A former NFL player told a classroom full of Bibb County students he will undergo additional testing this summer for head injuries possibly caused by his football career.

Roger Jackson, a native of Macon's Unionville neighborhood, stopped by Weaver Middle School for part of a summer-enrichment session.

Gabrielle Dawkins had the chance to speak to Jackson and get his take on some of the dangers associated with playing football.

“It ain’t where you come from, it's where you finished,” said Jackson.

Roger Jackson said what you learn off the field is more important than what you learn on it.

“You guys have to realize your strength and your weaknesses and capitalize on it and make it work to your advantage,” said Jackson.

He was involved in organized sports since the age of 5, but he says this is the first time he has opened up about the dangers that can happen with a tackle..

“I'm forgetful. I have to write things down,” said Jackson. “I have to have people call me and remind me what I have to do.”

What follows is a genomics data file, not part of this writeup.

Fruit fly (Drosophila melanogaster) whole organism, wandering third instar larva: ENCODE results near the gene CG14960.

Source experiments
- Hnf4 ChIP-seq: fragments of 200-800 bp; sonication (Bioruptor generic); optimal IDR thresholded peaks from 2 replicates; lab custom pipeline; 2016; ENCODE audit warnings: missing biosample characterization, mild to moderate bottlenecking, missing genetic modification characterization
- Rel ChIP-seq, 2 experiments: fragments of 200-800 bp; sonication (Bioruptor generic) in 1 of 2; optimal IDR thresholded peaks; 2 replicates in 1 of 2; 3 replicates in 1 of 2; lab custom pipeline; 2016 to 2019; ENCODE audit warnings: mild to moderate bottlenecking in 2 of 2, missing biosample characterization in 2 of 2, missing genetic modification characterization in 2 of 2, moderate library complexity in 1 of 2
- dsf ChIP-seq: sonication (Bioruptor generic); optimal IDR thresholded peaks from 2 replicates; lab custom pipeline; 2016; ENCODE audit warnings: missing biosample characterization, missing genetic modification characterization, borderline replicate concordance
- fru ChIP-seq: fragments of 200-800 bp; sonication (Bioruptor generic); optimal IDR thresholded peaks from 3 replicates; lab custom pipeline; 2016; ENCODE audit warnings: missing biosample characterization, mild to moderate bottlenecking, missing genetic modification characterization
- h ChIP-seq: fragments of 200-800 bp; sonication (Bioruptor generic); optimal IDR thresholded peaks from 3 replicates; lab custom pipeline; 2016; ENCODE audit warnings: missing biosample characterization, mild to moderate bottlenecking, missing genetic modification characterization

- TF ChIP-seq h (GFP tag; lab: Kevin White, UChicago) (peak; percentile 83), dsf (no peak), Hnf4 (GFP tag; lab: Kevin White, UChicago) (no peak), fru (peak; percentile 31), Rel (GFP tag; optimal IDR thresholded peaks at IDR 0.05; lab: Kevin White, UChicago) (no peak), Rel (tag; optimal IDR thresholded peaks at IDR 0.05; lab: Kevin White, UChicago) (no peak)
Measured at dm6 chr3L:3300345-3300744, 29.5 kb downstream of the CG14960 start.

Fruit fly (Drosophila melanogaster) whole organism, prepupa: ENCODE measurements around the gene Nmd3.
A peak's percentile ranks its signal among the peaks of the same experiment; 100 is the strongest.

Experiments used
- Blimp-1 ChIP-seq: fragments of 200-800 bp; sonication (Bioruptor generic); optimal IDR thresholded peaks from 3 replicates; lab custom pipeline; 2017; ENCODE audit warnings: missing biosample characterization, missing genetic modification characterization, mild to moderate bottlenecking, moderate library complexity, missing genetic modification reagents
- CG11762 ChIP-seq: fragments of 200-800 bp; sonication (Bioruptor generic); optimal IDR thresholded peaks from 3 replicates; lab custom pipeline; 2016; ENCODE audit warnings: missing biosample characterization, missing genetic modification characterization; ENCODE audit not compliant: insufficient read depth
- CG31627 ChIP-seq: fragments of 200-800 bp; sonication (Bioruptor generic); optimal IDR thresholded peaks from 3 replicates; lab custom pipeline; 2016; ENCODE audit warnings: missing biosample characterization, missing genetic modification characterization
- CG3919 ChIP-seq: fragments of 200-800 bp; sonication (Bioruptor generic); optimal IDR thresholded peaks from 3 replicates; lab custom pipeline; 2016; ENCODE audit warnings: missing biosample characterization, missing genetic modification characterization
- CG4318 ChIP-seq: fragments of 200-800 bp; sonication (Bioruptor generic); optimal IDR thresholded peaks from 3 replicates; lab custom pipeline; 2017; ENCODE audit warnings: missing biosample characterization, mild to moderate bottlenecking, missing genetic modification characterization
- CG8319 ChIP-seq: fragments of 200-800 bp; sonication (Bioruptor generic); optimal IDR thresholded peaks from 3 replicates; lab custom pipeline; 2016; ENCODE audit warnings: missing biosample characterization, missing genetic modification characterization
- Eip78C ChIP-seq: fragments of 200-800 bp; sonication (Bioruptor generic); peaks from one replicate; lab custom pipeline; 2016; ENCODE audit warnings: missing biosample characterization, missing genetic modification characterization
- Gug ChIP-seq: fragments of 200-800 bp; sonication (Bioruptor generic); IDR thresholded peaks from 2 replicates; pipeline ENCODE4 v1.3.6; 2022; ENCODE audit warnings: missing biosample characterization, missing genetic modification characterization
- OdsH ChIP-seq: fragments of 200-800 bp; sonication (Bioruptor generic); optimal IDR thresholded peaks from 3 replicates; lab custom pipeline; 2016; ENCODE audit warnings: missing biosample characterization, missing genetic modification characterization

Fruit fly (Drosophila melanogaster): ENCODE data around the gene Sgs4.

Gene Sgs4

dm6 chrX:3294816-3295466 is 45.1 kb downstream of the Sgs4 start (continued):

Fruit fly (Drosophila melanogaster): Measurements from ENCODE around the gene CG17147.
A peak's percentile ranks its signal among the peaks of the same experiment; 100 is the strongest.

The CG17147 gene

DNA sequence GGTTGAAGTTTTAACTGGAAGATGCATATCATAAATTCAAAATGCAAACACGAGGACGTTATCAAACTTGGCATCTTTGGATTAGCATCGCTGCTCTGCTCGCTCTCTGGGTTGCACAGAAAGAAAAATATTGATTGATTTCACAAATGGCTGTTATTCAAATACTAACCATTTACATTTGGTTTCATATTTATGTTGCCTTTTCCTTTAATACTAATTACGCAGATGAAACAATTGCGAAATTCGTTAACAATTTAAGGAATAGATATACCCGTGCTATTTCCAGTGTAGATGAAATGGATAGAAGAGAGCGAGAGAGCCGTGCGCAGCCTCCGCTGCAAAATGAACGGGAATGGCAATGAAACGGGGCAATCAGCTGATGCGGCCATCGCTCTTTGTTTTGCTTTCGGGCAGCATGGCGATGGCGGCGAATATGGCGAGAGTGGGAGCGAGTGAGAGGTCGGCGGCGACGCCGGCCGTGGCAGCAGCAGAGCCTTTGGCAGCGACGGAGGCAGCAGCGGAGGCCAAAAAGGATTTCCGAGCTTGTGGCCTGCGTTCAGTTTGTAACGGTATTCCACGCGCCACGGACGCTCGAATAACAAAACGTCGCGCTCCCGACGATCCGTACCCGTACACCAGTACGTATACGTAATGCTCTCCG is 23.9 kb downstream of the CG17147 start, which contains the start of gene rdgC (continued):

He says during the '70s, he played with bucket helmets without a cushion and that, like many players then, he was instructed to go for the head.

“Headshots -- if you can control the head, you can control the body,” said Jackson.

But it turned when his hardest tackle came from his own teammate.

“He came and he hit me from the side and my neck, head, and everything went that way (as he turns to the right),” said Jackson.

Over the past two years, Jackson says he noticed increased headaches, and last September, he took a NFL concussion test.

“People talk about the money that we're supposed to get," said Jackson. “I just want to be healthy. I'm 58 years old. I just want to live.”

In July, Jackson is scheduled for further testing and in the end the students sitting down and listening in Mrs. Stanley’s classroom walked away with lessons.

“That money and fame doesn't evolve around life and it's about getting the best education that you can get,” said student, Korey Ashley.

“Football can be fun, but you have to have the proper knowledge and education to be safe,” said student Cierra Symmonds.

The students in the class conducted a Socratic Seminar where they had to discuss whether they would let their child play football.

The results were mixed, some argued football was safe as long as you wear the proper gear while others thought it was a bit too risky.